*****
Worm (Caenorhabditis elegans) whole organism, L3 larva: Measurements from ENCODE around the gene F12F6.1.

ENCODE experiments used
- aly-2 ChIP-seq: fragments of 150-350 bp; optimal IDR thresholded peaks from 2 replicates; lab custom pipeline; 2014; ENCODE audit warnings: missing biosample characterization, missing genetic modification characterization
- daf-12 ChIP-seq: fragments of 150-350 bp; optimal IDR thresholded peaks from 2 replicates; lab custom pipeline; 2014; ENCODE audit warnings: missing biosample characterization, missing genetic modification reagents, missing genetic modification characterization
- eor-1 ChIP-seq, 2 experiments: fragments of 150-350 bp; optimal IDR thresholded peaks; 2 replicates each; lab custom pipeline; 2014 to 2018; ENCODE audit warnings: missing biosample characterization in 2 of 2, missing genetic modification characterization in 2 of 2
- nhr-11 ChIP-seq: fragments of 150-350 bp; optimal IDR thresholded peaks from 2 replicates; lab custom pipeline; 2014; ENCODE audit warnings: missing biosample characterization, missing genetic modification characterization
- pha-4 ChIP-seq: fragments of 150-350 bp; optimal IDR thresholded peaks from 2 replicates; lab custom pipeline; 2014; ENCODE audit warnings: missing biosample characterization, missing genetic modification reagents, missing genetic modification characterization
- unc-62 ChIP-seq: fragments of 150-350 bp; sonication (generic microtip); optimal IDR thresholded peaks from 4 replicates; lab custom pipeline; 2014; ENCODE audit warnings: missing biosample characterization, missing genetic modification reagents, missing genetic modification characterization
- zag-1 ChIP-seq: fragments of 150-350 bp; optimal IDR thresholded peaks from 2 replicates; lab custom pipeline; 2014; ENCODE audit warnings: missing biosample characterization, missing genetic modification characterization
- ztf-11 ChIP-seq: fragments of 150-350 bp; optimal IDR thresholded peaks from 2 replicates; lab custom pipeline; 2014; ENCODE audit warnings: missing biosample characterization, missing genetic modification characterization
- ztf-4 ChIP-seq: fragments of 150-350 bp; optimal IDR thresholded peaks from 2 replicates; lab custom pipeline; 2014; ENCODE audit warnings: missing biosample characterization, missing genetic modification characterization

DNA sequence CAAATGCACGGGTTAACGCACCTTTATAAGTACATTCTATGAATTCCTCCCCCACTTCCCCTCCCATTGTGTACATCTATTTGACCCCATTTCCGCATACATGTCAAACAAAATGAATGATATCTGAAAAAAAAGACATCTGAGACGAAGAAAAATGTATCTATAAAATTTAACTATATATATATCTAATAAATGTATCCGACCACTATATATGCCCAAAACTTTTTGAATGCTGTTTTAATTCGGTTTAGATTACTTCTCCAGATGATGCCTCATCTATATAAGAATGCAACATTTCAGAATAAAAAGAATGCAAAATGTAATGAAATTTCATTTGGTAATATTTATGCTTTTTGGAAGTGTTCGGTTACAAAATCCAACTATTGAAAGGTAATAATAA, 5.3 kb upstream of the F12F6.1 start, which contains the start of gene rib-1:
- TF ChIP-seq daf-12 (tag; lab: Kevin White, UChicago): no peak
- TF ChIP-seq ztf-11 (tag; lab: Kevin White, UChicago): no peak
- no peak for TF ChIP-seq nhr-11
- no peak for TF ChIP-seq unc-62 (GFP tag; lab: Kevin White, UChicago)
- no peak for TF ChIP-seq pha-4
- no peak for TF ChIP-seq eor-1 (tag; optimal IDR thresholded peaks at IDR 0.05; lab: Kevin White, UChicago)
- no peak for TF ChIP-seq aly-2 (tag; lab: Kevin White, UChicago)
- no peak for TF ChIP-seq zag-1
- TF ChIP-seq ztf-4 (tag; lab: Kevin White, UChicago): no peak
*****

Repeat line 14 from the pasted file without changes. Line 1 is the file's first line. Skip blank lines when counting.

- TF ChIP-seq ztf-11 (tag; lab: Kevin White, UChicago): no peak